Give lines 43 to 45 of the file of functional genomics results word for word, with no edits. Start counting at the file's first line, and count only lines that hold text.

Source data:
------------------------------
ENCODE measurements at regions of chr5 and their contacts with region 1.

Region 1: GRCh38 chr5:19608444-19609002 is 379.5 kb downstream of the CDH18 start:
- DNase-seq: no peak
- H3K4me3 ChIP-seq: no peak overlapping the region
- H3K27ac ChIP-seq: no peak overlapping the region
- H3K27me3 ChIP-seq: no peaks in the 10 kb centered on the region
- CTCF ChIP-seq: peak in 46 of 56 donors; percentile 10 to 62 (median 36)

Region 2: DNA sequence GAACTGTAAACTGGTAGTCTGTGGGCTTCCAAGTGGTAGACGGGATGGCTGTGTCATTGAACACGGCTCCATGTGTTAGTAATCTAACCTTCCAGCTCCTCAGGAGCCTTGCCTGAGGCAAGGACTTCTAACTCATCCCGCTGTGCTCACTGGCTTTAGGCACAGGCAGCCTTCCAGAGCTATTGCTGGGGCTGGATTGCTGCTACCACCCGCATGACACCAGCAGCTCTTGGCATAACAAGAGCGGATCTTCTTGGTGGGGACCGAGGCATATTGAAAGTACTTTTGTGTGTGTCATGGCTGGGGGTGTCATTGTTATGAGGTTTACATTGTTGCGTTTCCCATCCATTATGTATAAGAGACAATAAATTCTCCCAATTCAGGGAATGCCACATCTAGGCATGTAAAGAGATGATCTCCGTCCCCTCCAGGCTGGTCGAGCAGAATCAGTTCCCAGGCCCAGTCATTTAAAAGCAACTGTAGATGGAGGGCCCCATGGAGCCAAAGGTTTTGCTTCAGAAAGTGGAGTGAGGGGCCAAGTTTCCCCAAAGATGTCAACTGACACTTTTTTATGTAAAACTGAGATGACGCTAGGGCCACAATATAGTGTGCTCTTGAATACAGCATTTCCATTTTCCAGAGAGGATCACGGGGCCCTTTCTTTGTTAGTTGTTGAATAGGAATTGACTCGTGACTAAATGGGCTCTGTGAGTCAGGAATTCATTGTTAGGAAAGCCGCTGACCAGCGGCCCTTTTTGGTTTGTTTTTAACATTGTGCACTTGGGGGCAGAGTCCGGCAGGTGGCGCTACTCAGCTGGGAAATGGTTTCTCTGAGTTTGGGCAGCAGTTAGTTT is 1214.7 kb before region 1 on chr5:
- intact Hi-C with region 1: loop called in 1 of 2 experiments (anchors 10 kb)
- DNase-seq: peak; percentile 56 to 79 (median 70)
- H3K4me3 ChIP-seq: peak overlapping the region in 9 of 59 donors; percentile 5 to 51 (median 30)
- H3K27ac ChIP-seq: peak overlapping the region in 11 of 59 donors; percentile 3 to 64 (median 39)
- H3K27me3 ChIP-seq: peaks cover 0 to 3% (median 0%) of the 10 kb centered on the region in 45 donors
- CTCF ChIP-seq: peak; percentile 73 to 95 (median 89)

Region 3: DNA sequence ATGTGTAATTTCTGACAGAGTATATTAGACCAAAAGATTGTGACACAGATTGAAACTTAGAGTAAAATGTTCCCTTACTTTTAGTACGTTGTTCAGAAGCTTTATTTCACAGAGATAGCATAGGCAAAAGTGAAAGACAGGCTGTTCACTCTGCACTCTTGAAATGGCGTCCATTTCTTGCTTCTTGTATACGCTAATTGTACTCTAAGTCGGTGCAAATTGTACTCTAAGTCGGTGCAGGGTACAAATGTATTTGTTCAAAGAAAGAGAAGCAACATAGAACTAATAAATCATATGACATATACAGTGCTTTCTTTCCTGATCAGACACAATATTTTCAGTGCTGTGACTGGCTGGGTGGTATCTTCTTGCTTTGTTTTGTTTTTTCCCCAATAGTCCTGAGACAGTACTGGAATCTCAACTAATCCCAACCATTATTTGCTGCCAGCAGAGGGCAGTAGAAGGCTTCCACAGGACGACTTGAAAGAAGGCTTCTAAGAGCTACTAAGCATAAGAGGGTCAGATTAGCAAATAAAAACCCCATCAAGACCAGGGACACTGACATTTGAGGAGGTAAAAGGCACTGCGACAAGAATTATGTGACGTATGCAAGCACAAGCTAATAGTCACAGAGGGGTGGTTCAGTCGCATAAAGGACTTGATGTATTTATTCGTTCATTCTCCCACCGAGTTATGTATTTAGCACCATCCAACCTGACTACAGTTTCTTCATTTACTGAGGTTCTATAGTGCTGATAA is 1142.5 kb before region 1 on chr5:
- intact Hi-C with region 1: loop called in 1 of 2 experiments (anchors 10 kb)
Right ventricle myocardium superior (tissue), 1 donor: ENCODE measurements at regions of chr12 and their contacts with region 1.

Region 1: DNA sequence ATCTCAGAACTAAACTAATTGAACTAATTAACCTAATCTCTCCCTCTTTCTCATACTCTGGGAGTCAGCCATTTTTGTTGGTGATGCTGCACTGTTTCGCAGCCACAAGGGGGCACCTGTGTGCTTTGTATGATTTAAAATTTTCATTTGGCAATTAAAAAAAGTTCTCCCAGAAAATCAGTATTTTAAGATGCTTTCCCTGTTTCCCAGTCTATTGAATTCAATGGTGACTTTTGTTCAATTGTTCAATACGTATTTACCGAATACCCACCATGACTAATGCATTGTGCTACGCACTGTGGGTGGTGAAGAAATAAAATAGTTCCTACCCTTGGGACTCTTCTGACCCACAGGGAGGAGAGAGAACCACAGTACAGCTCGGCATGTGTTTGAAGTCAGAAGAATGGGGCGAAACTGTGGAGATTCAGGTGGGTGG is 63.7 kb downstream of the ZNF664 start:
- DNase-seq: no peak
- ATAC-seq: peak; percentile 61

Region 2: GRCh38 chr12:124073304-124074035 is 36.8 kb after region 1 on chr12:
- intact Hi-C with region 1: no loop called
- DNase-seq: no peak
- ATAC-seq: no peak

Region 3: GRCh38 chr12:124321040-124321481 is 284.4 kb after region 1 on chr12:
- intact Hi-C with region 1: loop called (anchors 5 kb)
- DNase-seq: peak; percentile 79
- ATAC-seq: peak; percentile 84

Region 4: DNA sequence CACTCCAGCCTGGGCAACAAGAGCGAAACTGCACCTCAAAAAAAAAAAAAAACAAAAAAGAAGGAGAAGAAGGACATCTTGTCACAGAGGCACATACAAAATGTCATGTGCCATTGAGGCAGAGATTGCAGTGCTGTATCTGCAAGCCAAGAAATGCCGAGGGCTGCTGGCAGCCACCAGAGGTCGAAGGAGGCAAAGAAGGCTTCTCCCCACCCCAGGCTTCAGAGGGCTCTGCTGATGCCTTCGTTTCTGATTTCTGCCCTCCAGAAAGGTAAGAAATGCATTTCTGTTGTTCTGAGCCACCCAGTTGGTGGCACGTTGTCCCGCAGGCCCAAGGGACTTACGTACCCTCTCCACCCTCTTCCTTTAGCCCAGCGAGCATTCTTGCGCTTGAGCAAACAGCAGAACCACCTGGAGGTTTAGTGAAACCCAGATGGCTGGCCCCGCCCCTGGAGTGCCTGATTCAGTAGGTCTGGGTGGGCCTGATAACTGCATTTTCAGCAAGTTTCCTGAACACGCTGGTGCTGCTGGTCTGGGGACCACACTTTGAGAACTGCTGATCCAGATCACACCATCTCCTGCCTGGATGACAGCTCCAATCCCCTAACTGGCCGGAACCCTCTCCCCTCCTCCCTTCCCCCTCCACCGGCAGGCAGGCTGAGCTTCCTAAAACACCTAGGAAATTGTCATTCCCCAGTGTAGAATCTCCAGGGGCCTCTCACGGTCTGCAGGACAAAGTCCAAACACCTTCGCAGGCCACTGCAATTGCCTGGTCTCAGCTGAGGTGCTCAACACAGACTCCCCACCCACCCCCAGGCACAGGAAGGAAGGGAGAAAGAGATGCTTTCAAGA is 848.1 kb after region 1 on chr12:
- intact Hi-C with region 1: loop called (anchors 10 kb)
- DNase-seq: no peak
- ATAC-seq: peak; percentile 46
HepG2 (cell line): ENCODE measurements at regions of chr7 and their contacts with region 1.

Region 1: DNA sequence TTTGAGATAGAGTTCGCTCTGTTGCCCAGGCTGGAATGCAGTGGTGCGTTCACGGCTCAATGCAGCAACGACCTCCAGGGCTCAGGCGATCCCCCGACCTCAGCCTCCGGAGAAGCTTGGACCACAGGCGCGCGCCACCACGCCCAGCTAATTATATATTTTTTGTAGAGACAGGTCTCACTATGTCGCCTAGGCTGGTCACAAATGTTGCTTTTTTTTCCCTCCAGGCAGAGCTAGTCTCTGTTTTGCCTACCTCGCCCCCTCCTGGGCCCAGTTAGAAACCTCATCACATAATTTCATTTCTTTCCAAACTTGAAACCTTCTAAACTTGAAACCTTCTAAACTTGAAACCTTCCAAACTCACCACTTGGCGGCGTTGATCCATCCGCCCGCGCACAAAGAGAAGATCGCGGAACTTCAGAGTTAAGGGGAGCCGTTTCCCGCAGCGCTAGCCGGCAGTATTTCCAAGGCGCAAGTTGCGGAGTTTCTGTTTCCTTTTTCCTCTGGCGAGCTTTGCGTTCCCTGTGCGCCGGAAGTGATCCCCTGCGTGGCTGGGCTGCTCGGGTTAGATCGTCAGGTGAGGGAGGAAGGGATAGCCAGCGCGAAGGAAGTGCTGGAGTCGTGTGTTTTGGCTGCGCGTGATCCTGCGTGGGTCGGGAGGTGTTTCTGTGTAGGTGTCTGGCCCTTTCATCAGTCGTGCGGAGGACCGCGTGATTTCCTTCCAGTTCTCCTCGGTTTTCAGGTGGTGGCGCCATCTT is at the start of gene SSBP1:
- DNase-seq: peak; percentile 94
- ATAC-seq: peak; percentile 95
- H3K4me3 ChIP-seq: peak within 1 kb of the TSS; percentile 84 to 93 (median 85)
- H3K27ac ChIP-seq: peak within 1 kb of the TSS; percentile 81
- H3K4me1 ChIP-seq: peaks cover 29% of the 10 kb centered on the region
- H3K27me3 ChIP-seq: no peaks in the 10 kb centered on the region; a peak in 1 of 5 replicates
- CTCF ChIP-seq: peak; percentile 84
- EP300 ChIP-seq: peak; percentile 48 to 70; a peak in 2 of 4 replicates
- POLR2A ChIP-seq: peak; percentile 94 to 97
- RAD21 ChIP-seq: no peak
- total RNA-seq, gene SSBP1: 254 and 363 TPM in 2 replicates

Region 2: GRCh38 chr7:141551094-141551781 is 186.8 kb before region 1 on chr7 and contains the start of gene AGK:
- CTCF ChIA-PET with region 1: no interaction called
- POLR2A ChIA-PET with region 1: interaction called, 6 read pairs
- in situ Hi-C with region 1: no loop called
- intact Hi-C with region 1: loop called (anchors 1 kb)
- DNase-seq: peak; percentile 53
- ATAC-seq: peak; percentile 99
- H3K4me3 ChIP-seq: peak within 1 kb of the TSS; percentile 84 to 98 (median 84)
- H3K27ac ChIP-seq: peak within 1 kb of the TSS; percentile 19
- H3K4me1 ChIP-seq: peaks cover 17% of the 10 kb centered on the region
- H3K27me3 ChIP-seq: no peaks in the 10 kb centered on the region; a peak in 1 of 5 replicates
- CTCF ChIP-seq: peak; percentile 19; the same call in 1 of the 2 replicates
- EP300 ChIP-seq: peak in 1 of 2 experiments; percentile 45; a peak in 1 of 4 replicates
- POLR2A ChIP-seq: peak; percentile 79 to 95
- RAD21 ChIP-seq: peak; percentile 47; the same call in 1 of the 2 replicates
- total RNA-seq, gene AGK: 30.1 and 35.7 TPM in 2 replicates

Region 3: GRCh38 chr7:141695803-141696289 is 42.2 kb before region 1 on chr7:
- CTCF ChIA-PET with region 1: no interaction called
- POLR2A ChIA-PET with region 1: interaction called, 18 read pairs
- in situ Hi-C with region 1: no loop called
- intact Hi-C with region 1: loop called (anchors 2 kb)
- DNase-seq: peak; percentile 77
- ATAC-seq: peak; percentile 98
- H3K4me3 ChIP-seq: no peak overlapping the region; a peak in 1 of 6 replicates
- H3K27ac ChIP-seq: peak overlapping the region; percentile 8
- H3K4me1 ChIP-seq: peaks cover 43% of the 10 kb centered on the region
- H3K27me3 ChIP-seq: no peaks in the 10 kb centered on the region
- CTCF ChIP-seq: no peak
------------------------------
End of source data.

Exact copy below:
- POLR2A ChIP-seq: peak; percentile 94 to 97
- RAD21 ChIP-seq: no peak
- total RNA-seq, gene SSBP1: 254 and 363 TPM in 2 replicates